As a rule, contacts for the power supply and for high-frequency or propagation delay-critical signals are incorporated in our test adapters as well. In the case of high currents, three or four pins are usually connected in parallel to avoid exceeding the current limit for the contacts. With high-speed interfaces, such as PCI Express and USB 3.0, it is necessary to coordinate the propagation delay of the signals. We achieve this with a built-in rigid/flex circuit board, with which we can control the line impedance. For this, we have a dedicated development team which creates the best possible solution in collaboration with the customer.

 

AaT: Does Yamaichi manufacture the spring probes as well?

Bernhard Stolz: Our parent company in Japan has being producing spring probes for about ten years now. However, we do also use pins from other manufacturers in our test adapters if we can't offer a suitable solution, and to this end we have been cooperating with various suppliers for some years. Our spring probes consist of two, three or four parts and have a length of around 7 mm in our test adapters. The smallest pins are only 2 mm long and have a diameter of 0.22 mm. We use a nickel-plated copper beryllium alloy, which is impervious to contamination and has a life of about 500,000 cycles, as the base material for our pins.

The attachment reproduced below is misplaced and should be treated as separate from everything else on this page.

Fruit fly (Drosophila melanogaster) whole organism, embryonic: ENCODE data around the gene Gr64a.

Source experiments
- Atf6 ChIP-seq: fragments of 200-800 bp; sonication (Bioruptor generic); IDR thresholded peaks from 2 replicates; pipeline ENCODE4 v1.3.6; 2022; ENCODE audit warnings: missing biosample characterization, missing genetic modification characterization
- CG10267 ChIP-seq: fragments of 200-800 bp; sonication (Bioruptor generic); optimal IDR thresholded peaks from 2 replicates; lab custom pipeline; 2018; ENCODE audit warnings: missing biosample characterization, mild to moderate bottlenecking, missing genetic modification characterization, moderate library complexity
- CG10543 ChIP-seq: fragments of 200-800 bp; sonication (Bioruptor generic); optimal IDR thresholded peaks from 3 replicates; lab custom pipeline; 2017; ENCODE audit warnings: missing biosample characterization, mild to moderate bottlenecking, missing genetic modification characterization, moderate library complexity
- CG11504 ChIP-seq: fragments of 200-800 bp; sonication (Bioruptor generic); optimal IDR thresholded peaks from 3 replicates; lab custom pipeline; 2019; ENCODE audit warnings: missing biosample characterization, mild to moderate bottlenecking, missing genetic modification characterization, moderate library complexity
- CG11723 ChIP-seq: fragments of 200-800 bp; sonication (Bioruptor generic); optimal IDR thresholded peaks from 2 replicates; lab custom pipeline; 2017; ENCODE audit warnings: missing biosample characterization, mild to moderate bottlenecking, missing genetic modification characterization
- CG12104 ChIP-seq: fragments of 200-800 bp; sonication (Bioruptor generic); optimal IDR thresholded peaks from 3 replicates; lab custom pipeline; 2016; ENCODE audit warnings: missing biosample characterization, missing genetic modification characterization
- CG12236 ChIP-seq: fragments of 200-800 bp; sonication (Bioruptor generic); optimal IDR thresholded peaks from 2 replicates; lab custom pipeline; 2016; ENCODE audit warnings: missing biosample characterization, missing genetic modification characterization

The spring probes comprise two, perfectly matching machined parts. A great deal of know-how flowed into the manufacturing technology to achieve the requisite precision. Some modules have connector interfaces in a fine-pitch grid and up to 115 pins in one row. The reference contacts have to be aligned extremely accurately, and certain tolerances also need to be compensated for over the long interface. Our production team has around seven years' experience in this area and cutting-edge expertise here in Europe.

AaT: What should the purchaser of a test adapter look out for in particular?

Bernhard Stolz: One of the most important criteria is signal integrity, which means that the signal at all the pins should be distorted as little as possible by the test adapter. This isn't always easy to achieve, because a module can contain greatly differing lines, such as for the power supply, but also for differential, high-frequency, or fast digital signals. Very short conductor paths are not always the answer, but sometimes a lot of know-how is needed as I have already explained in conjunction with signal propagation delays. Additional small air channels are occasionally required between the signals for isolation.

However other aspects, such as the mechanical structure of the test adapter, also play a key role. How does the customer want to plug the module in, and is there enough space for the mechanics? Finally, it obviously also comes down to the number of units that are to be tested. Does the customer only want to test a few modules, or perhaps some 50,000 units a year? This means it's not just a question of the right technology, but also of economic viability. Consequently, we tend to sell extremely customer-specific solutions.

 

AaT: Thank you very much for talking to us!

The interview was conducted by Herbert Hoenle.

http://www.yamaichi.eu